Sometimes a wind forecast that’s not in your favor can be the one you need to get a shot at a mature deer
Standard deer hunting advice says to never hunt a bad wind — but the truth is taking chances on the wind can be the best way to get in front of a mature buck in some circumstances. Bucks don’t always walk with the wind in their face, but they do constantly use it. They will often circle downwind of bedding areas when scent-checking for does, and they frequently check the wind for danger when they’re suspicious of something. They’ll use crosswinds to their advantage whenever they can. Knowledgeable and prepared hunters know how to put a “bad wind” directly in their favor in circumstances like these.
Wind-bumping is a great two-man deer drive tactic. Image by Bill Konway
1. DOWNWIND ROUTES
Bucks prefer to travel downwind of certain areas, including bedding cover in the mornings. They tend to fishhook into the wind and use their nose to ensure no danger is close to their bedroom. You can see similar behavior during the rut as bucks cruise the downwind sides of doe bedding areas in search of estrus does. They tend to favor the downwind sides of travel routes like pinch points and tree lines, too.
- How to Hunt It: In all these scenarios, hunters can be successful by setting up in standalone trees that are just off the edge of the travel route, and out of the primary wind current just enough to remain undetected.
2. STRONG THERMALS
Thermals are columns of air that rise and fall depending on the time of day and temperature differentials. Generally, when the early morning sun warms the atmosphere, air particles begin rising. When the late-afternoon sun fades and everything cools off, air particles begin falling. Deer know this and use particular trails and bedding areas to take advantage of thermals.
- How to Hunt It: Rising thermals make ridge tops productive places to hunt early in the morning, since the thermals can carry your scent up and away from deer regardless of the wind direction.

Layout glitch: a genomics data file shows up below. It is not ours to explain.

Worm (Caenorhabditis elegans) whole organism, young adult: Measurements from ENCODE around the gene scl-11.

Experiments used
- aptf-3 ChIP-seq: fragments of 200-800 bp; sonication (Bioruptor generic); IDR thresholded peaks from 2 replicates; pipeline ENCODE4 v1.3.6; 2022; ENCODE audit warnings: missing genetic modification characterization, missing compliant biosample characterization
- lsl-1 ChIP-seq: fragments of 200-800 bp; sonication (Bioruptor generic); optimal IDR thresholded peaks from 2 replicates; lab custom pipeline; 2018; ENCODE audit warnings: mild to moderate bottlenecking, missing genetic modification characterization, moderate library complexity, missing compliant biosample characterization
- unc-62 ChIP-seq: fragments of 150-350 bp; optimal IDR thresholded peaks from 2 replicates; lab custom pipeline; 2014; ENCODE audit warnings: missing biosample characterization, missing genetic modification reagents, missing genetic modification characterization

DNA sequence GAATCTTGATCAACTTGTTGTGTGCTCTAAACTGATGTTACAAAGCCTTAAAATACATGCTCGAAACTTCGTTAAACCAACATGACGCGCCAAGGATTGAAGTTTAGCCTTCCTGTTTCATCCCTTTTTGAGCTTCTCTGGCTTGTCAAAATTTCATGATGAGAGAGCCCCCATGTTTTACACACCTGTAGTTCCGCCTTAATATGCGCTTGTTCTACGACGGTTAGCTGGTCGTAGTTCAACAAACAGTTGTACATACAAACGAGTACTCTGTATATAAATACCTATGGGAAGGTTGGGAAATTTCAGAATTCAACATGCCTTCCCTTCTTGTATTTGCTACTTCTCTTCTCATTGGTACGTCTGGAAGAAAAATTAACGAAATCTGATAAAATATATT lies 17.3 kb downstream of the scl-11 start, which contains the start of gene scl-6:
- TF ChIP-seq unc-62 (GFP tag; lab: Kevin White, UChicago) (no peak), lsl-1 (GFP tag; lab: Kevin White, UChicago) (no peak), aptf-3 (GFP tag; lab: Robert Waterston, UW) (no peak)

3. LEEWARD RIDGES
A leeward ridge is the downwind side of a ridge line. The prevailing wind comes over the top, and morning thermals rise from below. This can create a tunneling effect, and can sometimes push air currents parallel to the ridge, especially if the prevailing wind hits the ridge line at an angle. In the right locations, it can allow bucks to smell danger from multiple directions, and so leeward ridges are frequent travel routes.
- How to Hunt It: Hunters can’t set up above or below bucks without being smelled. However, hunting perpendicular (from the same elevation the buck is on), can keep your wind out of his nose.
Setting up in a spot with a just-off wind is a solid approach for those targeting a mature buck. Image by Bill Konway
4. THERMAL HUBS
Thermal hubs are created by multiple ridge lines tapering into the same bottomland. In the evening, when thermals are falling, whitetails can gather at the hub and scent check from multiple directions.
- How to Hunt It: Hunters can set up on the lowest side of the hub so that their scent continues to fall away from deer. This scenario almost always appears to be a bad-wind situation to hunters who don’t know how to capitalize on it. It’s a great one for those who do.
5. JUST-OFF WINDS
This is a risky but productive tactic. Think of it like hunting an extreme crosswind. You’re looking to set up just off a wind current that’s mostly in the deer’s favor.
- How to Hunt It: This requires the right ambush, where you can set up just off the edge of where the buck can smell you, but still within range. For example, a buck might travel a tree line with his nose into the wind. But your treestand is positioned about 20 yards off that tree line in a standalone oak. With a consistent breeze, the idea is for the buck to walk parallel to your scent cone without catching it.
6. WIND BUMPING
Wind-bumping is a tactic that hunters use to nudge deer toward shot opportunities, and you can use it on days when bad winds make it tough to set up anywhere else. This isn’t like a traditional deer drive, where multiple people push through cover and force deer into specific areas, though.
- How to Hunt It: It requires an understanding of common escape routes, and then sending one pusher upwind of a bedded deer, and one shooter setting up along the expected escape route. Obviously, exercise utmost caution and safety with any form of deer drive.
There are numerous ways that hunters can use “bad winds” to their advantage. Even when the odds seem to be in a buck’s favor, a hunter can place the odds in theirs instead. Hunting a bad wind in a good way can skyrocket the odds of seeing, and perhaps harvesting, that buck of a lifetime.
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